The Soviet Infantryman on the Eastern Front

Published on
Review Author(s)
Book Author(s)
Simon Forty
Other Publication Information
128 Pages, 7 x 10 in, 150 photographs plus maps
Paperback or Digital versions are available
Product / Stock #
Company: Casemate Publishers - Website: Visit Site
Provided by: Casemate Publishers - Website: Visit Site
Book Cover

Having just reviewed the previous book in the Casemate Illustrated Series (No. 37 – The German Infantryman on the Eastern Front), I expected this book to follow the same format. While the outline of the book and its chapters are the same, the content differs vastly, and in a good way, especially for modelers. This book has a lot more focus on the Soviet Infantryman through re-enactor photographs focusing on uniforms and weapons, and more personal Soviet infantrymen accounts.

From the book’s conclusion,

The Western view of the Soviet infantryman and Red Army is colored by the Cold War. As the Soviet Union moved from valued ally to likely adversary, the Eastern Front battles were dissected by the German generals who had fought them. They pushed their own agendas and tended to undervalue their opponents, blaming the German defeat on hordes, poor strategy from the top, and almost anything other than the prowess of the Red Army.

In fact, the story of the Eastern Front was very similar to that of the West, albeit on a greater scale. Initial crushing victories were not enough to know the Soviets out. The Red Army learned how to fight a modern war, as did the Western Allies. It took them time, and that time was won by the sacrifice of millions of Soviet soldiers, many of them infantry. These men – and women, for the Red Army, employed many – were not simply cannon fodder. They were committed, patriotic, young people who fought for their country and their cause. Politicized by communism, they believed their leaders’ rhetoric and – scared, sometimes fatalistic, but often with great courage – they finally stopped the Germans before they could deliver the knockout blow.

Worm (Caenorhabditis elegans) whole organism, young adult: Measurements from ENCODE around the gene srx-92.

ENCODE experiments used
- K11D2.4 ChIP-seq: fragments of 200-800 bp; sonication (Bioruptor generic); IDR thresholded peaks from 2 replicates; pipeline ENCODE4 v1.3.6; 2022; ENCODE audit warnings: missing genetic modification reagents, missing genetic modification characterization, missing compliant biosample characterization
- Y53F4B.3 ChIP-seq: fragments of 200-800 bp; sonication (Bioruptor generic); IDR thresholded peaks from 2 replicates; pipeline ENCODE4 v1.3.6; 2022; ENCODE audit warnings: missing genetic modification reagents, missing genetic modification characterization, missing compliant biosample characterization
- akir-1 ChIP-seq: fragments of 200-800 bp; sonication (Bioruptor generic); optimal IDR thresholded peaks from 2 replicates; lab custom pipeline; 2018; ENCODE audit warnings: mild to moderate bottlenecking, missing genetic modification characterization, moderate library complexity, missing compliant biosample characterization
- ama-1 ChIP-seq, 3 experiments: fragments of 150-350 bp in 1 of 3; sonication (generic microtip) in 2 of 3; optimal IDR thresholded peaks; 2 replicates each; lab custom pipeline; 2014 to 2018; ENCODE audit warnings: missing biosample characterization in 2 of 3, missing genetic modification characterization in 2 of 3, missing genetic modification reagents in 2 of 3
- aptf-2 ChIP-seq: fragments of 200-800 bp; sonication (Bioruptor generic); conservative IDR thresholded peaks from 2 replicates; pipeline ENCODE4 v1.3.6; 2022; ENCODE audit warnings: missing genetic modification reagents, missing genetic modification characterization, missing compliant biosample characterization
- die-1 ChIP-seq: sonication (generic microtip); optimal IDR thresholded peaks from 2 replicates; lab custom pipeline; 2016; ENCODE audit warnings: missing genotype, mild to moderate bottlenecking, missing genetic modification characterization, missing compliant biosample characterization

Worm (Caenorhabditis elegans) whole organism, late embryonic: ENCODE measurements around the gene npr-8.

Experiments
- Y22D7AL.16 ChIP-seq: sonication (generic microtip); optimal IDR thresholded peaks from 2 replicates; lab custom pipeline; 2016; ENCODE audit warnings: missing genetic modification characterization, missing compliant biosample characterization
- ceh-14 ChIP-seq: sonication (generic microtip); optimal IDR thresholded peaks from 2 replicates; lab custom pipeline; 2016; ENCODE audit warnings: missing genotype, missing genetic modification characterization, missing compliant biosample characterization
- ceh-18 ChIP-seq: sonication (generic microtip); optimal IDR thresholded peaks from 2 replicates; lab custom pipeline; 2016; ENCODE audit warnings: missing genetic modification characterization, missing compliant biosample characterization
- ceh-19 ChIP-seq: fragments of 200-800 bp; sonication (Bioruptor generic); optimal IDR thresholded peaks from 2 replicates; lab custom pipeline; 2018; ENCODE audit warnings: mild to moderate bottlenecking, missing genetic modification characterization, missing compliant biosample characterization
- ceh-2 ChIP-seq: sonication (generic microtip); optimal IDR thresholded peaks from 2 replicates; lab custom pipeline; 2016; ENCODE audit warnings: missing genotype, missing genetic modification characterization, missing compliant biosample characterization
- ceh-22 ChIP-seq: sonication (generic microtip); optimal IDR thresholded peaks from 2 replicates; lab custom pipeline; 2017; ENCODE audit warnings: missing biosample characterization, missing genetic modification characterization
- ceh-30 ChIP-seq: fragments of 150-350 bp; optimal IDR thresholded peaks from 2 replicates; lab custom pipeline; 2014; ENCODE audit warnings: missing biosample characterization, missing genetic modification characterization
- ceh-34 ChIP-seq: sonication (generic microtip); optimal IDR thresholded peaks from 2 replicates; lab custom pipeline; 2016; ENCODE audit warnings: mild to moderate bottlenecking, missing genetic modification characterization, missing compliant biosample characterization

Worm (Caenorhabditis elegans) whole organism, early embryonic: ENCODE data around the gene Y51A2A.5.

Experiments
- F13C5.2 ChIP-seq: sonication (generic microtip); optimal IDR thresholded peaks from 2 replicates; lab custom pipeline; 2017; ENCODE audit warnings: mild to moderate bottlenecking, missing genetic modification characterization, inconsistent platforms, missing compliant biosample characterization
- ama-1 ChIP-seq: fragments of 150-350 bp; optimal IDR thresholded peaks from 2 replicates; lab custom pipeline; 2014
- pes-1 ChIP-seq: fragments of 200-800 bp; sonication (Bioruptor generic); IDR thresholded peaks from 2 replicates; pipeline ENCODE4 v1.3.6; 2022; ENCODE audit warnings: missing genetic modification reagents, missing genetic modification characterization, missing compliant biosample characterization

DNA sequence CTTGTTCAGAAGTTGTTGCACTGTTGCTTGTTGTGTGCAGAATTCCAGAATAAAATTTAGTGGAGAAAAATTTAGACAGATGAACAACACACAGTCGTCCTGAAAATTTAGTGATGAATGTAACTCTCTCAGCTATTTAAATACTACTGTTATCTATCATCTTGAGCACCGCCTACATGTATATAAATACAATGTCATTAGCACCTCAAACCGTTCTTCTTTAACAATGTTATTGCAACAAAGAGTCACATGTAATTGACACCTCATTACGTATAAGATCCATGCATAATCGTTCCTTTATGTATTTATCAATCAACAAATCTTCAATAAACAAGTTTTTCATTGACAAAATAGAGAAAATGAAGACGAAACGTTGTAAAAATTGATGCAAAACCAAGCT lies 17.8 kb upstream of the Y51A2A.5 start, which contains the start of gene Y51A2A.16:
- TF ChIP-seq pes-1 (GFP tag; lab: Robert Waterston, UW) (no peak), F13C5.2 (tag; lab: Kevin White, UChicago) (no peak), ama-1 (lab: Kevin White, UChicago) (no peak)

The Soviet Infantryman on the Eastern Front is a concise, well-written book that summarizes the Eastern Front campaigns from Germany’s invasion in 1941 through their defeat in May 1945. This well-researched and illustrated book is composed of seven chapters (six of which are color-coded for easier reference):

  • Timeline of Events
  • Introduction (Reddish-Brown)
  • The Soldier (Blue)
  • Transport and Services (Green)
  • Strategy and Tactics (Brown)
  • Life in the Field (Purple)
  • Conclusion (Reddish-Brown)
  • Further Reading
  • Index

Each chapter is further broken down into subsections that keep the reader engaged and wanting to learn more. For example, the chapter on The Soldier is 20 pages longer than its companion piece on the German Infantryman. It is further broken down into the following sections, richly replete with wartime photographs, color re-enactor photographs, and uniform details:

  • The Red Army Soldier
  • Training
  • Women Soldiers
  • Penal Units
  • Political Officers and the NKVD
  • Partisans
  • Red Army Uniforms and Equipment (20 pages of the book’s 128 pages)
  • Branch of Service Colors in 1940
  • Headgear
  • Uniform
  • Footwear
  • Waist Belts
  • Overcoats and Winter Clothing
  • Camouflage Clothing
  • Equipment
  • Rifle Division Manpower 1939-45
  • Basic Rifle Division Weapons
  • Mine Warfare
  • Machine Guns
  • Submachine Guns
  • Rifles
  • Grenades
  • Mortars
  • Artillery

There are also callouts in each chapter, again using The Soldier chapter as an example:

  • The Soldier’s Oath
  • A Polyglot Army
  • Red Army Record Book of 1942
  • Hitler’s Directives for the Treatment of Political Commissars
  • Red Army Ranks After 1940
  • 1938 Medical Bag Contents